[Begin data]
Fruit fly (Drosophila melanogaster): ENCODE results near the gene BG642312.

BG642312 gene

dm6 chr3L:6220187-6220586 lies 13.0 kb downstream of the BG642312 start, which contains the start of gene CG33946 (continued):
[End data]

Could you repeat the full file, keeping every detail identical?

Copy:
Fruit fly (Drosophila melanogaster): ENCODE results near the gene BG642312.

BG642312 gene

dm6 chr3L:6220187-6220586 lies 13.0 kb downstream of the BG642312 start, which contains the start of gene CG33946 (continued):